Jaunt off to the fabric store with a colorful reminder of what you need to buy! It’s easy to say “Oh, I’ll remember!” when buying supplies, but everyone’s felt the impotent rage of standing in the fabric aisles and having no clue why you are there. Or, you need “blue”– blue what?!
When you purchase fabric, cut off a little square before you start and stow it somewhere. Even better, staple it to a little piece of paper with the type of fabric and where you go it. I cut a little notch in the fabric and attach it to a metal ring, like for flashcards.
If you’ve got a second ring lying around, transfer swatches you need to that so you only get what you came for.
Sidenote– the colors you buy in December may not be the same in a few months, so make sure to get what you need for a project in one go. I’ve learned that dye lots of ribbon or fleece can change enough time to time. I once spent 4 hours trying to find a specific shade of ball fringe, only to find it just didn’t exist anymore until the whims of the dyer thousands of miles away decided to feel that “kind of green” again.
Not only does my swatch ring hold onto my sanity, it looks cute and colorful on my purse. So there you go, one more accomplishment in the sordid, harrowing journey toward an organized life. Good luck!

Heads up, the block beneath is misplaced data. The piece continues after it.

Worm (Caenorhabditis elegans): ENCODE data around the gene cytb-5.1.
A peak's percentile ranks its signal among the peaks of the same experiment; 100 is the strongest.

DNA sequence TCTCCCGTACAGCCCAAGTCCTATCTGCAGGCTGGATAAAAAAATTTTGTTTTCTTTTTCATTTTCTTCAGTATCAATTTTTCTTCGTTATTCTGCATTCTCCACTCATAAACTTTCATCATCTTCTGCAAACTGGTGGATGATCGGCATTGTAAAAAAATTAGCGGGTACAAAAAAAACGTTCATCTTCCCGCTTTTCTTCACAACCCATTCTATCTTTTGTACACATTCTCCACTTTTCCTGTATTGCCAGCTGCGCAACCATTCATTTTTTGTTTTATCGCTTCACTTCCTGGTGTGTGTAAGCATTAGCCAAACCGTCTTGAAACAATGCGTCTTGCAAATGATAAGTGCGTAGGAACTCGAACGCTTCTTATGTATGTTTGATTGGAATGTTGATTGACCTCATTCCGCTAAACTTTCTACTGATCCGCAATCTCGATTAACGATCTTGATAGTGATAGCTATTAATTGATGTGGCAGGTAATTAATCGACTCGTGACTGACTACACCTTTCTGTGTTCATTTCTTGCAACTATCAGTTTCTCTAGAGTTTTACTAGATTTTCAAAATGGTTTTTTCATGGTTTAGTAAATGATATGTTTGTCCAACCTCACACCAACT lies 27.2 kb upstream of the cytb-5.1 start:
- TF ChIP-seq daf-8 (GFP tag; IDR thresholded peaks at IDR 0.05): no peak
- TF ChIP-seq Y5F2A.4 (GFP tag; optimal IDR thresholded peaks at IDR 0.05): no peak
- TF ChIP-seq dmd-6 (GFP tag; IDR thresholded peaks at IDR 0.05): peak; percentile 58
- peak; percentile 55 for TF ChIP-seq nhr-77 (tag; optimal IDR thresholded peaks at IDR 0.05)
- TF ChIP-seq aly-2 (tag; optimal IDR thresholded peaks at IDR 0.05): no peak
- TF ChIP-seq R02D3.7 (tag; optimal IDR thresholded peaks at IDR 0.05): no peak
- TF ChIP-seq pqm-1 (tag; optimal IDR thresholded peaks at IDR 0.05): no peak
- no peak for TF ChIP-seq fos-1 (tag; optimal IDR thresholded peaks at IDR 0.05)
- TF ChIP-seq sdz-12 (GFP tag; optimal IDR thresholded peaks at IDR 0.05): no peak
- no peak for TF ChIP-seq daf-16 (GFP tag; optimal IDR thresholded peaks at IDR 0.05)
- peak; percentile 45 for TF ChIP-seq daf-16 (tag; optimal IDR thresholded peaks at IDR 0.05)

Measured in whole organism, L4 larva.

*for more awesome sewing tips, check out Colette Patterns “Snippets“*
I got this idea from the folks over at Busy Bee Kids Crafts. The idea is ever so simple: cook spaghetti, mix it with equal parts paint and glue, make a sculpture! I always test crafts before I go to work, and I’ve been having a blast with this one.
What you need:
- Glue (I used Modge-Podge)
- Cooked spaghetti (let it cool, ok?)
- Wax paper
- Various colors of paint
Mix equal parts paint and glue. I just plopped a small pile of spaghetti straight into it and mixed with my hands, because it feels great! I tried to use poster paints first, since they are washable, but I didn’t get vivid colors. I used acrylics, and everything popped (also stained my new dress).
Lay the noodles on one by one, and make sure every noodle touches another one, and there aren’t too many stray noodles that gravity won’t be able to hold up. Let everything dry overnight on a flat and safe surface, and hang it in a window. The wax paper should peel off easily.
Another good thing about this craft is that if the child gets bored or isn’t interested in making the shapes, she can skip the glue and use the noodles as paint brushes. Here’s my Jackson Pollack rip-off:
Make sure you have plenty of plates to mix the noodles and paint on, and lots of paper towels handy. This is a craft that absolutely hinges on the ability to get messy, so don’t fight it.